Hidden malevolent intent
Surprise attacks are effective because they take advantage of situational dissonance, i.e., actions by one party not anticipated by the other. Without offering much detail of events, I attempted to give this some thought across three media events that caught the headlines yesterday.
- A slap in the face
- Poison served as peace
- Safe harbours no more for employment law pirates.
Here I attempt to talk in terms of all three within categorical parameters I am using elsewhere to described project relationships
v | b | t
Hopefully familiar to anyone reading my blogs regularly, these are the interrelationship variables that represent a shared or separate set of interests namely, visibility | behaviour | trust. In the surprise move, we have:
- One party disguising their intent (visibility | behaviour)
- The other party perceiving no threat from the first (trust)
Additional factors in play
This gives me cause to revisit other factors in play in assessing threat. These are factors I have identified previously in the context of projects. Each seems to apply equally well here.
Influence – as Action Potential
Think of this as the spectrum of possible behaviours of each of the two or more parties. Typically dynamic, and therefore changeable over time. These are matters such as intent, motivation, belief, by which one party may find reason to choose or feel compelled to direct their energy. In neuroscience this is Action Potential. It is measured at cellular or neuronal level, but perhaps is an apt description between situational actors as well.
Right arena, right rules
In each of the three examples here, we have a definable space, and conventions that apply. The examples here:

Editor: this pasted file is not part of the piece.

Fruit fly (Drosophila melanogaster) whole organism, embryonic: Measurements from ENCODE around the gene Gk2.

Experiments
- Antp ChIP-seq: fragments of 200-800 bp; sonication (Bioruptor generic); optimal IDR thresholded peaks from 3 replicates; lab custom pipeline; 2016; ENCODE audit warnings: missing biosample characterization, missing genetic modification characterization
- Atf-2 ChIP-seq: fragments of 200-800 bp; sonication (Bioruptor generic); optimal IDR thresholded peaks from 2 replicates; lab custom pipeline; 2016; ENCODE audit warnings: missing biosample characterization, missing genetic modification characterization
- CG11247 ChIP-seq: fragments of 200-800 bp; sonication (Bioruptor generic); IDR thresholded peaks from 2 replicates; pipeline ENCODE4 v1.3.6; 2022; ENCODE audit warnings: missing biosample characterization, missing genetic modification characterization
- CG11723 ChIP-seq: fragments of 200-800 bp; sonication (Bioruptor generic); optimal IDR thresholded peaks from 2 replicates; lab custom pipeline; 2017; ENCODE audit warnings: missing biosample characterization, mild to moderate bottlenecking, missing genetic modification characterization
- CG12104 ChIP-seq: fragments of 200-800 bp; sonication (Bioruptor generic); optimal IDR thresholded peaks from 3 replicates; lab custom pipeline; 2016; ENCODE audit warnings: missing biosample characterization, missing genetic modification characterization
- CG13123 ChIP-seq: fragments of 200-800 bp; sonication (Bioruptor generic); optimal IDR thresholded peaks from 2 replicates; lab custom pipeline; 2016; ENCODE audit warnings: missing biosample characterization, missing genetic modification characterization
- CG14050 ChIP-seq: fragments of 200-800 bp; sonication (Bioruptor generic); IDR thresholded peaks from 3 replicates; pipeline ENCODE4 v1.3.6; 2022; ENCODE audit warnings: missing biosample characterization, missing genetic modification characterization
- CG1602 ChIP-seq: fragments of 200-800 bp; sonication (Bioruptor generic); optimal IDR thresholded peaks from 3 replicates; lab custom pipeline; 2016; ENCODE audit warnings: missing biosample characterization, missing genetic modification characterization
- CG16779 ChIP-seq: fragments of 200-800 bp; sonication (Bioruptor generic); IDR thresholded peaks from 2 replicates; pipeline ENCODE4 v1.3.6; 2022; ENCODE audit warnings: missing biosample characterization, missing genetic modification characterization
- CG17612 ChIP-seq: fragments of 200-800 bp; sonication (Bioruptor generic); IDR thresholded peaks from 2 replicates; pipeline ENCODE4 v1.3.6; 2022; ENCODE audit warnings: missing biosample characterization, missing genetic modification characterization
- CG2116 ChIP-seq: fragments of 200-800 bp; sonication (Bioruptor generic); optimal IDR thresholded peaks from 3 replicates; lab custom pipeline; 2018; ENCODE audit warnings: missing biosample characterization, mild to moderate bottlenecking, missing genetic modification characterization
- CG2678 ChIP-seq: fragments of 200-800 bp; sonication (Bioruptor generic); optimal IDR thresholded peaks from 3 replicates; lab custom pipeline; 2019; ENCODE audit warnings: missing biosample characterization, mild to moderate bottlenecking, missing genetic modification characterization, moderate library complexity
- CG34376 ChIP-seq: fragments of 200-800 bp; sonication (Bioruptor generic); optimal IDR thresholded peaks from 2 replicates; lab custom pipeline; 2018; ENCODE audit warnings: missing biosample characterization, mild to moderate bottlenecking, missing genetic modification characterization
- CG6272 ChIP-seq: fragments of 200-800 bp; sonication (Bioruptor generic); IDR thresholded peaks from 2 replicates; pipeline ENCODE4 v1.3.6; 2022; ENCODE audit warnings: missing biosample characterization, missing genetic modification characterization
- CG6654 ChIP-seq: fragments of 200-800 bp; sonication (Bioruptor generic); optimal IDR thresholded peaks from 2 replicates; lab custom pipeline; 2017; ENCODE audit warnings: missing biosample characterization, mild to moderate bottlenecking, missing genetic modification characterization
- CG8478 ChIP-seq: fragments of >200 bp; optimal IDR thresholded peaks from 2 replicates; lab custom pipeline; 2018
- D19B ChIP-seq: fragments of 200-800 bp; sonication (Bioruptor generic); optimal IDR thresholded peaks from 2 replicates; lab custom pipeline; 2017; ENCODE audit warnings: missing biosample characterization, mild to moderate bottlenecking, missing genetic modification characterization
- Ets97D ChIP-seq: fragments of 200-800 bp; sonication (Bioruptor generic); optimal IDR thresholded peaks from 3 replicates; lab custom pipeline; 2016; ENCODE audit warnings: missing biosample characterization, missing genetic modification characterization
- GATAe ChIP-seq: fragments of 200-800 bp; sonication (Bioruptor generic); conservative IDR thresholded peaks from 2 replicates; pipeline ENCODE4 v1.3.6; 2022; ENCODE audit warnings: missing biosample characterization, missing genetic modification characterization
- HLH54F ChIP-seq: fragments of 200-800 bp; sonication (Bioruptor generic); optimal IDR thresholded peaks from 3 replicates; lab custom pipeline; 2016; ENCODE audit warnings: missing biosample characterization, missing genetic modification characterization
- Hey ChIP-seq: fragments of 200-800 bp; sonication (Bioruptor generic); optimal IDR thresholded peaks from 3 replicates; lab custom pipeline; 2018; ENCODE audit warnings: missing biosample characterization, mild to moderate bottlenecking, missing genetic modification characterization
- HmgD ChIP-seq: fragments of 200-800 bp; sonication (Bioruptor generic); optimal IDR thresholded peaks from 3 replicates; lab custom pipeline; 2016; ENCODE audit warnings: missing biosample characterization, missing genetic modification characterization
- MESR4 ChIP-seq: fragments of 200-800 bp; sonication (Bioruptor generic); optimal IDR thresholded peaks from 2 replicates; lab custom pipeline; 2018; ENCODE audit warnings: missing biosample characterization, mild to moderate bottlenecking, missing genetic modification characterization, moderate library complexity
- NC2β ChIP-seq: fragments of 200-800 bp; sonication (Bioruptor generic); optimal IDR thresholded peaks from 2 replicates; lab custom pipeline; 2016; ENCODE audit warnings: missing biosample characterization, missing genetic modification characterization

- confines of a spotlight;
- a banner of truce;
- legal employment frameworks deemed to be breakable rules.
But if we have the wrong arena in mind, we may have the wrong rules to apply. This highlights the importance of perspective or modal clarity.
What this additionally highlights is a threat to one actors safety, enabled because the wrong arena has been assumed. In these examples:
- a single safe spotlight becoming a shared stage;
- a table of negotiators but needing to see a wider arena concealing snipers, poisoners, or media spin:
- a marketplace as a transport operator but finding safe harbour no more
We have the perceived safety of a control environment therefore proved false:
- A comedian’s sanctuary to say anything without reproach;
- Rules of combat that may not prevail under a banner of diplomatic truce;
- Legal rights of employees, legal expectations of ship owner and port authority.
Dynamics of change
To which we can then revisit influence and the appropriateness of control. Perhaps these two factors can be linked as situational awareness. Influence as an observable variable, positively or negatively directional towards self-interest or shared goal. To which the assessment of totality of range of possible behaviours, and appropriateness of controls can then be compared.
v | Behaviour as covert action | t
I need to now extend the range of behaviour. Not only is self-interest vs shared interest now possible. We now have shared interest defaulting to self-interest deteriorating to intentional harm of another. This requires visibility to be intentionally obfuscated and an illusion of trust to be maintained. This means we can have completely the opposite of full information i.e., [-1, 0, +1]
The hidden truth
Together these factors in each arena seem to help explain what was perceived versus what transpired. And how combative aims were concealed. By breaching the perception of trust we have a means to consider a bigger range of action potential as hidden intent.
Accordingly, when there is covert (as opposed to overt) action potential, this is beyond a poorly shared truth. This is concealment, and acting within a lie. Self-serving, self-justifying harm.
Is it too much to suggest in a caveat emptor project world, we occasionally fit this expanded mould?
And what of today’s headlines? Knock-knock Prime Minister. Plenty of eyes are now looking behind your door.